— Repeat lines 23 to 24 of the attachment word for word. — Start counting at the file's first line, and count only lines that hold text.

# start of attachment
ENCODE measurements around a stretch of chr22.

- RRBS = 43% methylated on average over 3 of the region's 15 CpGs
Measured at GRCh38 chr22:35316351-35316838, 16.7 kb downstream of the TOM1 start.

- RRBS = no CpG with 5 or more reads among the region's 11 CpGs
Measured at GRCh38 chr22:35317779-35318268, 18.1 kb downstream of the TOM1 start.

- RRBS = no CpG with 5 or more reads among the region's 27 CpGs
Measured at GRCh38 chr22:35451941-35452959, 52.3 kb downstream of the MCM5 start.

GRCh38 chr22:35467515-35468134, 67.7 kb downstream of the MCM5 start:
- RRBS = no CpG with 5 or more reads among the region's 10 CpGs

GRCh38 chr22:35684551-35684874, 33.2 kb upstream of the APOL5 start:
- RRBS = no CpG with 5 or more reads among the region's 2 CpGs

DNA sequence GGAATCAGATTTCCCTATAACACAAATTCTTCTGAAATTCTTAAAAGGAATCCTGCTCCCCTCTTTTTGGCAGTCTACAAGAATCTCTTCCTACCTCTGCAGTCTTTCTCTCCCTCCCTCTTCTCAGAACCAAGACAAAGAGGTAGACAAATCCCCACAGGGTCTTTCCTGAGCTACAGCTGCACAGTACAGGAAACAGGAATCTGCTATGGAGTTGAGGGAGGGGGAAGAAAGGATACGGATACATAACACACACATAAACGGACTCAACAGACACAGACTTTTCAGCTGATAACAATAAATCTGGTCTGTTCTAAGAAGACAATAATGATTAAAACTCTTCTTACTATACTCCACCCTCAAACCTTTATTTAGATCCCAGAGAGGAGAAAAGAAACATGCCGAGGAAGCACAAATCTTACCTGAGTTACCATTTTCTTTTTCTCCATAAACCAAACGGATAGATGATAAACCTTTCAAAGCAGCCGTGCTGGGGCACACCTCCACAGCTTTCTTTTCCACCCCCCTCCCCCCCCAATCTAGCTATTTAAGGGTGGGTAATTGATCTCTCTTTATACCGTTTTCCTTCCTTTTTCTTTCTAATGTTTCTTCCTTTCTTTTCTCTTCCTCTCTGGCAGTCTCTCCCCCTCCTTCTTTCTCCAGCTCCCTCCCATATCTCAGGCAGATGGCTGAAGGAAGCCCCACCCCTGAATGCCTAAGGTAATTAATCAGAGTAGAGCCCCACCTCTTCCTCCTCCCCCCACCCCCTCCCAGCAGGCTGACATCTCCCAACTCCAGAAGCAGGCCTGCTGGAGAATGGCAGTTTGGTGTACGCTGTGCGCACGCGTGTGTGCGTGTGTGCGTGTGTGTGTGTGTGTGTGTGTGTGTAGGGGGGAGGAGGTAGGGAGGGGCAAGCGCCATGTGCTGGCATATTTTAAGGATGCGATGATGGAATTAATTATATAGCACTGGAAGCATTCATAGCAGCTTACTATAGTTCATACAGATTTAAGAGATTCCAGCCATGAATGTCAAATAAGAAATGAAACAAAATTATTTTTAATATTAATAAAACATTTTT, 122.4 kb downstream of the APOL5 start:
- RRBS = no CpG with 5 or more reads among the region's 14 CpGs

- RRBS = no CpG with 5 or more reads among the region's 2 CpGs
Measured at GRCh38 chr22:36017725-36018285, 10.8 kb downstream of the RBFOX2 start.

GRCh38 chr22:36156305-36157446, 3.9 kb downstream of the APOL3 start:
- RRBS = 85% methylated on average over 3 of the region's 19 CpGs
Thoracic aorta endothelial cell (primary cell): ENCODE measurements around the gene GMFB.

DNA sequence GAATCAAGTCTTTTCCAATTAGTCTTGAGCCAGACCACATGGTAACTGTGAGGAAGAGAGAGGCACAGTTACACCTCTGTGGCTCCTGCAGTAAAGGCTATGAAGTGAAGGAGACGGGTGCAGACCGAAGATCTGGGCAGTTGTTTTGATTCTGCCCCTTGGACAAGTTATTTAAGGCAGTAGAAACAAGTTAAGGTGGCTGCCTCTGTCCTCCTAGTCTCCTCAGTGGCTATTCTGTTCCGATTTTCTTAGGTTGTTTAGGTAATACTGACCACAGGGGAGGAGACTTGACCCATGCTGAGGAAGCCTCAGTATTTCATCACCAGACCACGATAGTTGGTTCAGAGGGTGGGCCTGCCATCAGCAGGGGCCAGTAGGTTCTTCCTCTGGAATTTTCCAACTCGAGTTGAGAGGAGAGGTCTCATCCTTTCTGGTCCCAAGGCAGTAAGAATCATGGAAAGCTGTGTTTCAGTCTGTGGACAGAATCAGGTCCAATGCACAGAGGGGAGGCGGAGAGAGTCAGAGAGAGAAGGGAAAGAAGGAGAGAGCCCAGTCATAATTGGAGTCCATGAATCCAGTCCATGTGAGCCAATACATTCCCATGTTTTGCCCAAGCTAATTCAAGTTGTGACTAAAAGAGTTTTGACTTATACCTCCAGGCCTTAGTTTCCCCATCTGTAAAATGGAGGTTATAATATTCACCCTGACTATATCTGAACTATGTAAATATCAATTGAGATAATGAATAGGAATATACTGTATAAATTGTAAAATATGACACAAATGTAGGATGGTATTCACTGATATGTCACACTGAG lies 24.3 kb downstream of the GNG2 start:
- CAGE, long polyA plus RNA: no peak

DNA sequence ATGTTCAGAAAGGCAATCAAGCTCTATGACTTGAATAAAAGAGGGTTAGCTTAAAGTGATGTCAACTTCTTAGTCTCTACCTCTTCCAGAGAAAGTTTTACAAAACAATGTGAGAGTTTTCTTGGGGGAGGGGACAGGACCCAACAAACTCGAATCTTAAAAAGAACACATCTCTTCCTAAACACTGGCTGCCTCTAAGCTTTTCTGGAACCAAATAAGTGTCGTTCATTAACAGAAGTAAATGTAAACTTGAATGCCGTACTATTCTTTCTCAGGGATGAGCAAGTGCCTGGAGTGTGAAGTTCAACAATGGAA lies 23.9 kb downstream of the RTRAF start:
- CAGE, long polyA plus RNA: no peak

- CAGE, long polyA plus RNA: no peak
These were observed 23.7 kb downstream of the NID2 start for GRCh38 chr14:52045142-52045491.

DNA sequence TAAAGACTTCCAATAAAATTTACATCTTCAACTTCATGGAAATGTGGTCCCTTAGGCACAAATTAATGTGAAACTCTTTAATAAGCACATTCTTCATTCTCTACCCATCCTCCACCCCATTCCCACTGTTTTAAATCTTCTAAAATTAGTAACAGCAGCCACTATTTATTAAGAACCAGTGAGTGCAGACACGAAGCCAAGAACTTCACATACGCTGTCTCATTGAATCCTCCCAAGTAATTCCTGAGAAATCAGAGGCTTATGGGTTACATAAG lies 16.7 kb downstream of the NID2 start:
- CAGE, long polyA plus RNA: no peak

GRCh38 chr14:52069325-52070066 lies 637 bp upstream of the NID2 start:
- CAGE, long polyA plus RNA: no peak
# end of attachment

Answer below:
- CAGE, long polyA plus RNA: no peak
These were observed 23.7 kb downstream of the NID2 start for GRCh38 chr14:52045142-52045491.